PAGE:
Analysts' Disclosures of Non-Fundamental Information
Coauthor(s): Carolyn B. Levine.
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Existing studies document that analysts' opinions (e.g., recommendations or target prices) are informative on stock returns, even after controlling for accounting forecasts
and despite relatively short forecasting horizons. This paper argues that sell-side analysts may acquire incidental information about the order flow that is related to short-term price
movements, but unrelated to underlying firm value. We examine the optimal disclosure and pricing of this non-fundamental or demand-based information. Whereas a risk-neutral
agent would never disclose value-relevant (fundamental) information, a risk-neutral analyst will disclose non-fundamental information; the more precise the information, the more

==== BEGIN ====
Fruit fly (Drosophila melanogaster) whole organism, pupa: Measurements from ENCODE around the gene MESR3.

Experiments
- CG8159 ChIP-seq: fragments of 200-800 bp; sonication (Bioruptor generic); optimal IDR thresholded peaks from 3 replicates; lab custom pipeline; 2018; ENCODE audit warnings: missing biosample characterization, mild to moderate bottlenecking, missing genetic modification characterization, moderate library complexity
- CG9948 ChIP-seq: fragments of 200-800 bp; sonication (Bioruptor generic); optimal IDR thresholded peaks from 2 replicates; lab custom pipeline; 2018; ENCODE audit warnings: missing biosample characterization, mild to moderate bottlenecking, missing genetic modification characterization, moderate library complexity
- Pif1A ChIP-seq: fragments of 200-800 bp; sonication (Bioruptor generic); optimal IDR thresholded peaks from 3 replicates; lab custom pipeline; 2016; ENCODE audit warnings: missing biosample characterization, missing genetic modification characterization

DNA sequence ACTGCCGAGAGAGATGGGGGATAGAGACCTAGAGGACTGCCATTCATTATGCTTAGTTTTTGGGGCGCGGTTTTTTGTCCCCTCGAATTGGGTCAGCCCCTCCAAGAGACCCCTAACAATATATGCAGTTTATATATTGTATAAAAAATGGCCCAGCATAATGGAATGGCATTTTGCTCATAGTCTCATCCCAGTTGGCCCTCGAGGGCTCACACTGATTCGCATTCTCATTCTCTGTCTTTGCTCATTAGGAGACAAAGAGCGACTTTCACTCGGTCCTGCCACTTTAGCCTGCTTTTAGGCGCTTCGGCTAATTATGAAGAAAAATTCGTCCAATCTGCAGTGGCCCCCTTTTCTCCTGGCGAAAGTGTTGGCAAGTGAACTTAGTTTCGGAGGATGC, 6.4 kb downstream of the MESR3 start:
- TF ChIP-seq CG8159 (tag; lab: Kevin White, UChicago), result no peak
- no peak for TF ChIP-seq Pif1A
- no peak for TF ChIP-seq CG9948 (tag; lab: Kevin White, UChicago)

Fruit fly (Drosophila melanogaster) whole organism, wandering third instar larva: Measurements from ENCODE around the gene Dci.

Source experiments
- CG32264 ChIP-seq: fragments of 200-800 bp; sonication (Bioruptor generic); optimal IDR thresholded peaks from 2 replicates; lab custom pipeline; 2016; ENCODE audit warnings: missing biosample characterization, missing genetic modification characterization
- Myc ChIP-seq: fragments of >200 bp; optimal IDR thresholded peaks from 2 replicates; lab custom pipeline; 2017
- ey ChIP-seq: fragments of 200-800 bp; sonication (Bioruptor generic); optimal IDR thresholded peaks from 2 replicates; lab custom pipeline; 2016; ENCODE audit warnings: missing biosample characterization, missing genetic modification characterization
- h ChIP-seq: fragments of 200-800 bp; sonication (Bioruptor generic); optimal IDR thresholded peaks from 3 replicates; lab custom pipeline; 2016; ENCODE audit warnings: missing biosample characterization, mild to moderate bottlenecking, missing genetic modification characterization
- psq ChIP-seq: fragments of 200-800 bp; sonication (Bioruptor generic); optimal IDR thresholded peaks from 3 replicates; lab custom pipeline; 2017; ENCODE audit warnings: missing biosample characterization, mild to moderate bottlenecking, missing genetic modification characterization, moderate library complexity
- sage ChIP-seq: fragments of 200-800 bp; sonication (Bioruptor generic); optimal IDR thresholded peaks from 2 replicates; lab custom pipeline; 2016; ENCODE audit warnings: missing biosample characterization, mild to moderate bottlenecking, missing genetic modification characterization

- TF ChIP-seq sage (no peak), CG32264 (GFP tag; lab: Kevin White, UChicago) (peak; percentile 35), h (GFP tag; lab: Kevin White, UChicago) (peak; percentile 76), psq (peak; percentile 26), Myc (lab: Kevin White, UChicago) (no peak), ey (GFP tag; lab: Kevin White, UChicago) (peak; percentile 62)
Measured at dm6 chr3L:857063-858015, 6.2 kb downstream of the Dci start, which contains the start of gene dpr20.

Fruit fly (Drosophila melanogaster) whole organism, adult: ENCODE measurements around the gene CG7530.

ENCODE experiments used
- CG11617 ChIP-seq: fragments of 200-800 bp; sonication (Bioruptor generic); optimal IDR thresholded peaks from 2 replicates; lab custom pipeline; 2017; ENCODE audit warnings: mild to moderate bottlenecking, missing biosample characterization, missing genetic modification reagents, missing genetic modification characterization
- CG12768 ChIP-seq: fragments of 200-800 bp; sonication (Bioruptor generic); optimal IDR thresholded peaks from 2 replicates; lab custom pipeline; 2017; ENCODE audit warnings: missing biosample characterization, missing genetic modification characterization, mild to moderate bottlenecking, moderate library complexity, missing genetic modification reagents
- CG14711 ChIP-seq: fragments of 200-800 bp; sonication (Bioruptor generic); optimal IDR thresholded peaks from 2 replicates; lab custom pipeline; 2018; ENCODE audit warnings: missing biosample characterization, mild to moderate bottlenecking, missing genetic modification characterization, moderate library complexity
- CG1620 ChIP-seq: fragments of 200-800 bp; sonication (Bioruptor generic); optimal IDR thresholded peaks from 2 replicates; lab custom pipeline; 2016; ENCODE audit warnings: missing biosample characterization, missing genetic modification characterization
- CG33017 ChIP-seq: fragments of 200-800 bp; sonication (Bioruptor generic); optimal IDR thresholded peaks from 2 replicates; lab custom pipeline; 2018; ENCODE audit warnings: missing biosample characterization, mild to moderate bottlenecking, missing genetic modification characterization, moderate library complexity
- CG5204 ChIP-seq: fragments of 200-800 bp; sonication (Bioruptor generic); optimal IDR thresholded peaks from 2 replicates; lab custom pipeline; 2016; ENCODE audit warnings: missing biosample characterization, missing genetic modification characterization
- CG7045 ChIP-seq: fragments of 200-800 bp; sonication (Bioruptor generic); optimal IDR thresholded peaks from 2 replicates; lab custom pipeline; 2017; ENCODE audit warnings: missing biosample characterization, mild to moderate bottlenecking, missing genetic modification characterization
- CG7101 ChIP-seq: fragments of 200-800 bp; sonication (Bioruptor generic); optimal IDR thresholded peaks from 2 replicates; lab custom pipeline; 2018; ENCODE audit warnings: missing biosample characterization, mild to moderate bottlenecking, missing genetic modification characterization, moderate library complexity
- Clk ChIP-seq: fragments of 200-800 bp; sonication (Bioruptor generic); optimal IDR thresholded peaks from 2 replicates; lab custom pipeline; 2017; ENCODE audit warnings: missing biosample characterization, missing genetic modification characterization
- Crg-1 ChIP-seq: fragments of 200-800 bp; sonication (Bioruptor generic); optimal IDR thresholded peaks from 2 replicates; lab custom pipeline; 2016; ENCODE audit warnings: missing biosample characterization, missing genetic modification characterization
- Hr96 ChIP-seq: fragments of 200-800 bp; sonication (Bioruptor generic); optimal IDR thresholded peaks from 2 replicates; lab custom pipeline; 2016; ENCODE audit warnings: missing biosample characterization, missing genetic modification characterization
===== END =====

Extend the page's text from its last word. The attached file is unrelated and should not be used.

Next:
widely it is released. The reason for this result is that disclosing information increases competition for the order flow and leads to higher price sensitivity: this in turn increases the
value of the non-fundamental information at the expense of the value of the fundamental information. In the limit, a nearly perfectly precise non-fundamental information is released
to an arbitrarily large number of investors for an arbitrarily low fee (i.e., almost-public disclosure). Further, analysts' reports are informative on stock movements, even though they
do not contain information about long-term cash flows; specifically, we find that, in equilibrium, disclosure by analysts of this non-fundamental information does not contribute to
greater price efficiency unlike disclosures of fundamental information.
Source: Working Paper
Cheynel, Edwige, and Carolyn B. Levine. "Analysts' Disclosures of Non-Fundamental Information." Working Paper, Columbia Business School, 2010.